Publication Date


Document Type


Committee Members

Kwang-jin Cho, Ph.D. (Advisor); David R. Ladle, Ph.D. (Committee Member); Kuppuswamy Arumugam, Ph.D. (Committee Member); David Cool, Ph.D. (Committee Member); Michael Leffak, Ph.D. (Committee Member)

Degree Name

Doctor of Philosophy (PhD)


Ras proteins are small GTPases that regulate cell proliferation, differentiation and survival at the plasma membrane (PM). There are three Ras isoforms ubiquitously expressed in mammalian cells: H-, N- and K-Ras. Constitutively active Ras mutations are found in ~19% of all human cancers, with ~75% of those being in K-Ras. There are K-Ras inhibitors in clinic but they only target the oncogenic K-RasG12C mutant, which only makes up a small sub-set of K-Ras-driven cancers. Thus, there still exists a need for a pan anti-K-Ras drug. Ferrocene derivatives are a class of compounds that have been shown to inhibit the growth of a lung cancer cell line harboring an oncogenic mutant K-Ras via their elevation of cellular reactive oxygen species (ROS). Given that lung cancer cells harboring an oncogenic mutant K-Ras require K-Ras signaling for their survival, the effect of a novel ferrocene derivative, C16H20FeClNO, on K-Ras signaling was tested. C16H20FeClNO was found to specifically disrupt the K-Ras/MAPK signaling pathway and inhibit the growth of K-Ras-dependent human pancreatic and lung cancer cell lines. Given that localization to the PM is essential for K-Ras signaling, the effect of C16H20FeClNO on K-Ras PM localization was tested. C16H20FeClNO was found to dissociate K-Ras, but not other Ras isoforms, from the PM. Furthermore, other ROS-elevating drugs had a similar effect on K-Ras PM localization and K-Ras signal output. C16H20FeClNO was shown to elevate cellular ROS levels and supplementation of N-acetylcysteine (NAC), a general antioxidant, reversed these effects, suggesting that C16H20FeClNO disrupts K-Ras PM localization and K-Ras signaling through an ROS-mediated mechanism. Lastly, K-Ras histidine 95 (His95) residue in the G-domain was identified as the oxidative residue involved in C16H20FeClNO-induced K-Ras dissociation from the PM. Overall, C16H20FeClNO disrupts K-Ras PM localization and signal output through oxidation of His95. Taken together, this dissertation identifies C16H20FeClNO as a novel K-Ras inhibitor and provides the groundwork for C16H20FeClNO to be developed into an anti-cancer drug.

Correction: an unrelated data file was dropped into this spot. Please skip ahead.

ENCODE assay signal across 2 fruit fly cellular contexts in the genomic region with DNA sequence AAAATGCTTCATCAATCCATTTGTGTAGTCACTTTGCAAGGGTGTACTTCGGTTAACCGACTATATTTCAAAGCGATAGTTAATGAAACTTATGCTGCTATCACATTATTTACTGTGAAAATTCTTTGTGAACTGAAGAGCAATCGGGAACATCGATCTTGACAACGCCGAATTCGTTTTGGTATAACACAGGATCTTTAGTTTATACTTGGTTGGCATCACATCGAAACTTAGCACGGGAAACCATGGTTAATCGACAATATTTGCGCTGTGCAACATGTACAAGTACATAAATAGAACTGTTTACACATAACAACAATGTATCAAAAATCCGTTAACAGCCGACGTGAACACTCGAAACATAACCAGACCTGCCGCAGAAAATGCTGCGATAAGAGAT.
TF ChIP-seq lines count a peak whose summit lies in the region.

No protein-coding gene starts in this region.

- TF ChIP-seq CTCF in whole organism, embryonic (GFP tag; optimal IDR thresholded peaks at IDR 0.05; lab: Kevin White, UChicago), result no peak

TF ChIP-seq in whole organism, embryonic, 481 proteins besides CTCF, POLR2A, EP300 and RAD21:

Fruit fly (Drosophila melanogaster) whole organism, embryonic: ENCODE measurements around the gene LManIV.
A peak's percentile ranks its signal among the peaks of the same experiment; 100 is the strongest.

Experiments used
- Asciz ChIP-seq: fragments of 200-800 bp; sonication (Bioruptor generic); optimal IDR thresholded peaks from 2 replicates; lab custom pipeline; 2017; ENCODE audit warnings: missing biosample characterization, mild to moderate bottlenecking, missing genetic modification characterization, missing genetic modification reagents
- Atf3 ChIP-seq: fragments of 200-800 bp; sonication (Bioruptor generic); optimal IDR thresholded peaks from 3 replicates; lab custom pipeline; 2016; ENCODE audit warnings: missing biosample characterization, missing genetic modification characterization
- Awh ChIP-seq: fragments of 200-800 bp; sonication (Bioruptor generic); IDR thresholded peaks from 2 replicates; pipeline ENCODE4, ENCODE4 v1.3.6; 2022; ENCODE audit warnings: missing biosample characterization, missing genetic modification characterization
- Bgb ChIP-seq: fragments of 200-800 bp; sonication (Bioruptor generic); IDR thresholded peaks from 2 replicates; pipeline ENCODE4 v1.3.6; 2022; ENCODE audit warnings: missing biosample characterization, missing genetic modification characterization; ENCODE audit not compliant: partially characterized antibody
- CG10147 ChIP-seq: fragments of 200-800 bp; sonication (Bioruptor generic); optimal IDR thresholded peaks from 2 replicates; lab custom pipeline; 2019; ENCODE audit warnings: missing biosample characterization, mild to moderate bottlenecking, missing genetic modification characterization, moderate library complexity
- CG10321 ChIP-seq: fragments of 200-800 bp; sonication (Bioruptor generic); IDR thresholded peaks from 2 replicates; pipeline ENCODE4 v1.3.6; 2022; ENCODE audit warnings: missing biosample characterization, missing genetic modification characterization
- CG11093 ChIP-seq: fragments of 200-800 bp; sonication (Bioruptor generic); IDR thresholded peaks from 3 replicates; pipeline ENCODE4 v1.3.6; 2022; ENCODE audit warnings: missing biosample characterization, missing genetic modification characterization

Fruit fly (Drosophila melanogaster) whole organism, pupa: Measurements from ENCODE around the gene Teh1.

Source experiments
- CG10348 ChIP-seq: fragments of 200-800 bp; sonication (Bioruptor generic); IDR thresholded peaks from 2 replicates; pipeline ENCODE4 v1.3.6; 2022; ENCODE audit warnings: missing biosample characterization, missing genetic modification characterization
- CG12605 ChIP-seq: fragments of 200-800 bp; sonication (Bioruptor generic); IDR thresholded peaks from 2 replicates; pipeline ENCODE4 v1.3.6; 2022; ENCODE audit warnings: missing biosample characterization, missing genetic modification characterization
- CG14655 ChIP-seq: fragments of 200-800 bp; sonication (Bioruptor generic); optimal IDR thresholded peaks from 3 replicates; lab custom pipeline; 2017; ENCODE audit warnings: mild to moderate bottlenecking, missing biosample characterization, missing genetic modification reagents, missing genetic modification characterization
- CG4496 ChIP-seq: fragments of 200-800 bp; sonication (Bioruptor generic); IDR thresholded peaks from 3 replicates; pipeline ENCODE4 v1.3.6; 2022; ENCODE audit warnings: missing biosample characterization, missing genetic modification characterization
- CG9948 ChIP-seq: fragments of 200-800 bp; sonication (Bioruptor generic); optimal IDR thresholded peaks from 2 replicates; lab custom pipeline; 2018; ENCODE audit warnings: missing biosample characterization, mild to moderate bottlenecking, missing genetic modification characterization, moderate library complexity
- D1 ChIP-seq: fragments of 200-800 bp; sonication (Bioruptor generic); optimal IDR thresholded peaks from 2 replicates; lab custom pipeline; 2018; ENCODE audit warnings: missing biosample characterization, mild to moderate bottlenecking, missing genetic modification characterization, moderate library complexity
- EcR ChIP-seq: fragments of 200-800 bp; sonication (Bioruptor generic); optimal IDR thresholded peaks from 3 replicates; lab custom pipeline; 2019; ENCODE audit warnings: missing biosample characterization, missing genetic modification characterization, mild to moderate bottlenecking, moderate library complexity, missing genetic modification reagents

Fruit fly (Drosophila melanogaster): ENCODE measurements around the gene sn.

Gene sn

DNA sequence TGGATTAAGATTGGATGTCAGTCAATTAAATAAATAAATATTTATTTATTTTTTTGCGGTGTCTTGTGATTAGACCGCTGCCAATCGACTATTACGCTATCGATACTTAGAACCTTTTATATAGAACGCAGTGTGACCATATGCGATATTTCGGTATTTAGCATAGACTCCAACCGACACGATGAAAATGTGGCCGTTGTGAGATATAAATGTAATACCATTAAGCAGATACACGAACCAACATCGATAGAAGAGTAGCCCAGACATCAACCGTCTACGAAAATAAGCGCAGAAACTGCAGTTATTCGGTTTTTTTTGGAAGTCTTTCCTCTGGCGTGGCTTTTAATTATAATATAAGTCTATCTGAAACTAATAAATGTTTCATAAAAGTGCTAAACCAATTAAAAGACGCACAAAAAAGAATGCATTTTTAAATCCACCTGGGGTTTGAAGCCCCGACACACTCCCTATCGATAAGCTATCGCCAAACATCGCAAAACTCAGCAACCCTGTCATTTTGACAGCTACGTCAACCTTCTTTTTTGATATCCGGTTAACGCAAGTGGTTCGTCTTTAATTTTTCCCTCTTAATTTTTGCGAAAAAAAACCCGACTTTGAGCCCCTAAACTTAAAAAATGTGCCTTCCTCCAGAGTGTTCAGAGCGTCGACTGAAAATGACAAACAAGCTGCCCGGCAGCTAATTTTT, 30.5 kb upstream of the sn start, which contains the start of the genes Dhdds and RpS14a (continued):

Page Count


Department or Program

Biomedical Sciences

Year Degree Awarded